Funerary structures and human remains have been uncovered during excavations at the Moche site of Huaca Bandera in the Pacora district in northern Peru, according to the country’s cultural ministry. These new discoveries show that the site could have been an important location in the life and death of the elite of the Moche people, a pre-Incan society that existed between 100 and 700 CE.
The project was funded by the Peruvian government to create jobs for working-class people in the region. Within the Huaca Bandera site, excavations focused on Walled Complex 2. There, research included both field and office work such as preventive conservation practices, archaeometry research, and radiocarbon dating.
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The complex would have been used by ruling elites in the lower valley of La Leche-Motupe in 850 BCE, during a period of transition from the Mochica to Lambayesque. The adobe and mud site likely served as a ceremonial center.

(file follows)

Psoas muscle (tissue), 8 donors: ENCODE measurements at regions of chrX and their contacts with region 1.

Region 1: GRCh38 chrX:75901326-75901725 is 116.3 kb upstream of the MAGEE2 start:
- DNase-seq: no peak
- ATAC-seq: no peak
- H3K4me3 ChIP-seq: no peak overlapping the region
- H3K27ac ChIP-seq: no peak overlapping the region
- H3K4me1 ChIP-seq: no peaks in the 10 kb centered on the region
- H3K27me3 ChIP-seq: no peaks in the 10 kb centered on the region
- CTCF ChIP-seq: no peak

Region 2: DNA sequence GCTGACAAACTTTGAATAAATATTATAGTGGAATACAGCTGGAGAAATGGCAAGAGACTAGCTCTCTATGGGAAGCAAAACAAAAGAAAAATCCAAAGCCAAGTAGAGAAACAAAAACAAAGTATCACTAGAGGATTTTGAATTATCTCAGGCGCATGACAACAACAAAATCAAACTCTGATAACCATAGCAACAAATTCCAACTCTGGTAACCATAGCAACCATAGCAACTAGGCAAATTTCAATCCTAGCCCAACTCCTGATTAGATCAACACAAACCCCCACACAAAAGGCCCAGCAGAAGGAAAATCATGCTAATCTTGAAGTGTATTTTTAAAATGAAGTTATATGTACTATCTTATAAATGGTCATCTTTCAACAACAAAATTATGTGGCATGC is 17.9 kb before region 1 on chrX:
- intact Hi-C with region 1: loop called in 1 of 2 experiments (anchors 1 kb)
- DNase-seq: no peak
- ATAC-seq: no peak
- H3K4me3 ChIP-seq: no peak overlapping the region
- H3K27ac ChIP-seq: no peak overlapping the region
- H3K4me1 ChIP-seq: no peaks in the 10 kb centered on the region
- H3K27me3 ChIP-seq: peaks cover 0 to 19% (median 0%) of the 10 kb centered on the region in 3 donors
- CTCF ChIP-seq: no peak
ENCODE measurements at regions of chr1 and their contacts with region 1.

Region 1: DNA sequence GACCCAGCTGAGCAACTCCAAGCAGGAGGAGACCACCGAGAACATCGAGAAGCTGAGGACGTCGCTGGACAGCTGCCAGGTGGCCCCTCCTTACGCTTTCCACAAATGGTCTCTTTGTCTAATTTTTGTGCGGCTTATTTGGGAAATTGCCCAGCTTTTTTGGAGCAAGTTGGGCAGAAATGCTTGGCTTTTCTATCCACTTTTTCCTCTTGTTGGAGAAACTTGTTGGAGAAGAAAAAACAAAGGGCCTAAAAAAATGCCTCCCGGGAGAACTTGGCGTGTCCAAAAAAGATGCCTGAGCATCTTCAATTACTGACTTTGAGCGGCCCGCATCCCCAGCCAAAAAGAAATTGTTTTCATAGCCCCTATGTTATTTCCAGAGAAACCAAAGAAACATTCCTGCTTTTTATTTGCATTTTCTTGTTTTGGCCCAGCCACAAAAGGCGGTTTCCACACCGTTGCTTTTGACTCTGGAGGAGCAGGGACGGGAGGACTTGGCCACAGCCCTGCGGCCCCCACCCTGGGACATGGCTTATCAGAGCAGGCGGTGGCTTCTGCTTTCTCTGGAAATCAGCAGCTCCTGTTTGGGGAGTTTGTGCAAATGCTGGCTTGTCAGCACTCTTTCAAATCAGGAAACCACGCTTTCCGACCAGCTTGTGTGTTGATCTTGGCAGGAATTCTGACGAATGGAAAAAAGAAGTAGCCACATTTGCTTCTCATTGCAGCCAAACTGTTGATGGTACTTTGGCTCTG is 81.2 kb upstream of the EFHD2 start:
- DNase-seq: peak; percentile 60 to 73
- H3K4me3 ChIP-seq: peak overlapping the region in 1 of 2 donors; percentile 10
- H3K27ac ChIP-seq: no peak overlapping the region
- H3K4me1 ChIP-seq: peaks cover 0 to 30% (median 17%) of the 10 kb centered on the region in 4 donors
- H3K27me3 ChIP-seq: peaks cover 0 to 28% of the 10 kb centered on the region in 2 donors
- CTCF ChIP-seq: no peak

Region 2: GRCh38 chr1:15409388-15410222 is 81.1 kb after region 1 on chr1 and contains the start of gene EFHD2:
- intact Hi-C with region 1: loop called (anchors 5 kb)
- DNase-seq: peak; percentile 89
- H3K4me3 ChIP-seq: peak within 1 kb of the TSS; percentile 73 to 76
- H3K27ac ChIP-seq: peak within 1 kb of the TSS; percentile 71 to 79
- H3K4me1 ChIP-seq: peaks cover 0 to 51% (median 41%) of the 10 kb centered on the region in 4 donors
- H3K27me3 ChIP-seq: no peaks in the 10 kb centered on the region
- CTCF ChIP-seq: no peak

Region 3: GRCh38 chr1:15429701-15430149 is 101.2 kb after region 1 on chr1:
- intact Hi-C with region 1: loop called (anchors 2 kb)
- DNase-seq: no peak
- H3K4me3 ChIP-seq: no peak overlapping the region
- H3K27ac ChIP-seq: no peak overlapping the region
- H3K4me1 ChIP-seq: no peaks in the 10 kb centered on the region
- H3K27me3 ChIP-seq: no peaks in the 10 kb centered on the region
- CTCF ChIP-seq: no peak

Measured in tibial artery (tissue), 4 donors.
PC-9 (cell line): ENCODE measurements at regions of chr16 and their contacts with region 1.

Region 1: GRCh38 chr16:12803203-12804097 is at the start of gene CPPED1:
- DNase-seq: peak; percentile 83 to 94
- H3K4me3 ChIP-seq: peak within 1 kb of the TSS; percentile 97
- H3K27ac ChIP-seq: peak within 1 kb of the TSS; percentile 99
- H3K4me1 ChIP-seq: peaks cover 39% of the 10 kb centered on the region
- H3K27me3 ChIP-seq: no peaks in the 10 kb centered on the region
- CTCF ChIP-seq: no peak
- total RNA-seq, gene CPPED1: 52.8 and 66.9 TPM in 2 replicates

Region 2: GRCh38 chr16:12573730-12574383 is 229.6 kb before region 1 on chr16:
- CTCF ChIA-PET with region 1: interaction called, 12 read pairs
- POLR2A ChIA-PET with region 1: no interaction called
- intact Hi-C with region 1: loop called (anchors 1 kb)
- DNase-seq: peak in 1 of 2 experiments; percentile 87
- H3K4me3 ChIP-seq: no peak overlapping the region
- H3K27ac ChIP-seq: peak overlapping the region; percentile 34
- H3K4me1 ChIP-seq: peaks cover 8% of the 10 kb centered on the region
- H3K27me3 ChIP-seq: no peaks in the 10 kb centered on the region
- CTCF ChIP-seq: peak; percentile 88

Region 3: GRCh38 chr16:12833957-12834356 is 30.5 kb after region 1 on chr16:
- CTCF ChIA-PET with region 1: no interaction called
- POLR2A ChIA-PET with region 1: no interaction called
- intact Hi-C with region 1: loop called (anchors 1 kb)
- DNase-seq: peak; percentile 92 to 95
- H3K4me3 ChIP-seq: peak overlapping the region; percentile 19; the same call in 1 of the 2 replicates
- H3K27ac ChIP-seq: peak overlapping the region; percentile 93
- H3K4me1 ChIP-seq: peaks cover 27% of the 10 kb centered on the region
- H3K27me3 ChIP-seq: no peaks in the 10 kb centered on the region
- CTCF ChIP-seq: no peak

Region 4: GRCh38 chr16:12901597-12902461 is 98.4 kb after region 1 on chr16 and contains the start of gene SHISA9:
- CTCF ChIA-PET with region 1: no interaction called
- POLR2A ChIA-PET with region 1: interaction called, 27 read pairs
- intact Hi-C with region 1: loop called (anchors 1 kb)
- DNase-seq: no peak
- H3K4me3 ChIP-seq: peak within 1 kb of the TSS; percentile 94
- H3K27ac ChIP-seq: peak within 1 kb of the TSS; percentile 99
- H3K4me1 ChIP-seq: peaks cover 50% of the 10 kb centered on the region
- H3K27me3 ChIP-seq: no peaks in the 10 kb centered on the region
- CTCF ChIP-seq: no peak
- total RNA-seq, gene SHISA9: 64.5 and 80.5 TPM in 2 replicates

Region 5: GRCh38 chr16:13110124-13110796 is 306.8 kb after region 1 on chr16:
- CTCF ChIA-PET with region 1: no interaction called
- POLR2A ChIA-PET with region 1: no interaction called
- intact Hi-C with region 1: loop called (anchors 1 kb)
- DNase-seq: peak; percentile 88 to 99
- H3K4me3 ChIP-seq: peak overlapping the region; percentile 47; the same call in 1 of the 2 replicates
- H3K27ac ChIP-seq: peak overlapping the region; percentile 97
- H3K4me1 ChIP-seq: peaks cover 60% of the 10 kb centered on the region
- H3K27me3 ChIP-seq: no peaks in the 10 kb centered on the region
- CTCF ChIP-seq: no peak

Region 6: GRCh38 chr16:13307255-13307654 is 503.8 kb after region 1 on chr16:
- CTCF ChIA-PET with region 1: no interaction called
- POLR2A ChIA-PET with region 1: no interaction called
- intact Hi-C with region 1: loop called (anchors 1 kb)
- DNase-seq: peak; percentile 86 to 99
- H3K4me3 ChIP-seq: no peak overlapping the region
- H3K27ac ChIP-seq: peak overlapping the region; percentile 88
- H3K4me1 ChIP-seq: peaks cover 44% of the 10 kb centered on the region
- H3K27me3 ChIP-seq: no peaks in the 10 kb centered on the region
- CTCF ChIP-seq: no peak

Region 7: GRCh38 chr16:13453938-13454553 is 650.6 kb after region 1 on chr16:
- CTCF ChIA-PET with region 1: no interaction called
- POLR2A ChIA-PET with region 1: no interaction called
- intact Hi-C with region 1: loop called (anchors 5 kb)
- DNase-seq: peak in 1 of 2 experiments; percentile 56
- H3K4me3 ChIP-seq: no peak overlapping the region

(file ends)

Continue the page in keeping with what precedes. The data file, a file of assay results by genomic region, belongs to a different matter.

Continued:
The team documented the design and architectural elements of a pyramidal platform, particularly the upper section, found at Walled Complex 2.
“Here, we have found a red and cream-colored ceremonial bench, a wall pierced with rows of niches—with the same colors—in reverse order, and a burial place located in the central part of these structures,” said Manuel Curo, archaeologist and the project director.
Noted elements were also found on a Mochica vessel depicting an elite burial ceremony. The scene shows a coffin being placed into a grave with ropes by two mythological figures. This depiction is consistent with burials found at the site.
Researchers believe that the similarities could likely confirm this site as a location where Mochica’s powerful elite operated and were subsequently laid to rest.